Glycans are essential molecules for living beings and, in land plants, they play an important structural role as part of the plant cell wall. A major component of the cell wall of many plants is the hemicellulose xylan, which is, after cellulose, the second most abundant glycan in the plant biomass.
Xylan polysaccharides are composed of a linear 1,4-β-linked backbone of xylosyl residues and are decorated with diverse substituents such as glucuronic acid and arabinosyl residues. Only recently, the cohesive role that xylan polysaccharides play between the other major components of the secondary cell wall, cellulose and lignin, is being recognised. Developing synthetic methodologies to produce xylan oligosaccharides that can serve as substrates for enzymatic studies is important for unravelling some of the gaps in the knowledge of its biosynthesis.
Another related xylose-containing polysaccharide was recently revealed in the cell walls of barley. The newly discovered hemicellulose glucoxylan is a linear 1,4-β-linked glycan composed of alternating xylosyl and glucosyl residues. This glycan was previously identified only in the cell wall of a sea lettuce species (a type of green algae). In barley, it is synthesised by genes in the monocot-specific CslF subfamily and is believed to play a structural role in the plant cell wall.
In Chapter 2 of this thesis, a chemoenzymatic synthesis of xylan dodecasaccharides for the study of xylan-modifying enzymes is described. The synthesis of these materials was designed around two central ideas, (a) the implementation of a divergent-convergent iterative synthetic strategy, and (b) the use of a glycosynthase for the glycosylation reactions. Because of the limited solubility of long unprotected glycans in water, two parallel syntheses were performed, one to obtain xylan oligosaccharides with a methyl group at the 3-OH of the reducing-end xylosyl residue and one to obtain xylan oligosaccharides without the methylation. Besides unprotected xylosyl acceptors, the xylan glycosynthase (XynAE265G) employed in these syntheses requires unprotected α-xylosyl fluorides as donors. These donors were equipped with a THP group at the 4-OH of the non-reducing end xylosyl residue to prevent self-condensation of these molecules. The enzymatic glycosylation reactions with this donor gave exclusively the desired 1,4-β-linked glycosyl products, and no sugar-based side-products were detected.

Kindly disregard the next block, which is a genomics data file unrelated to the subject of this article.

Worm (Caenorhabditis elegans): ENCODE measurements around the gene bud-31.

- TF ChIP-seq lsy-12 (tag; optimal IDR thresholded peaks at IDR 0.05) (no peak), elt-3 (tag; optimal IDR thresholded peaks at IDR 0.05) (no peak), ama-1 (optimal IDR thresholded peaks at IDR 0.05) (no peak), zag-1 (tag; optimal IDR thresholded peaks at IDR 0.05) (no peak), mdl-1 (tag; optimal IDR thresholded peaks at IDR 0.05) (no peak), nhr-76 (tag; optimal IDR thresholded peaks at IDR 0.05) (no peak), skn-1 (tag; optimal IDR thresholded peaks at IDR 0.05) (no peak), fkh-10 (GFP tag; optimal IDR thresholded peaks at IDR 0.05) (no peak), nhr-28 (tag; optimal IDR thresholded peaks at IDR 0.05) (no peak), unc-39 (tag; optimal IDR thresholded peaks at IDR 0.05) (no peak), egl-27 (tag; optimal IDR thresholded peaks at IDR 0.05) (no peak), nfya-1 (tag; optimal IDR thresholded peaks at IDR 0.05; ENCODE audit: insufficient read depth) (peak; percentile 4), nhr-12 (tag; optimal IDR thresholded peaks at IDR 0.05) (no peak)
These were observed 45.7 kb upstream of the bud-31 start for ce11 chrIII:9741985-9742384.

The xylans oligosaccharides equipped with a methyl group showed superior solubility in comparison to the unprotected ones, so the methyl-substituted dodecasaccharide was used for biosynthetic studies using xylan-modifying enzymes. Treatment of this substrate with glucuronosyltransferase AtGUX3 was found to install a single GlcA substituent at the substrate. The data obtained by MS/MS analysis of the reaction products is compatible with the substituent being installed at one of the two central residues of the substrate, which is in agreement with previously reported in vivo studies.
In Chapter 3, a small library of glucoxylan oligosaccharides was produce by chemical synthesis. These molecules have the same structural features as those reported in the literature to be synthesised by the two barley glycosyltransferases HvCslF3 and HvCslF10. The synthesis of these target molecules, ranging from di- to hexasaccharides, was designed to maximize the number of convergent and divergent steps in order to minimize the number of required synthetic transformations. As a temporary protecting group for chain elongation, a TBS group was used with great success to protect the 4-OH glycosylation site. The protected glucoxylan molecules in this small library are equipped with an anomeric azido-pentyl linker, which may be used after reduction to the aminopentyl linker, for immobilization of these molecules as microarrays for biosynthetic studies and the characterization of antibodies.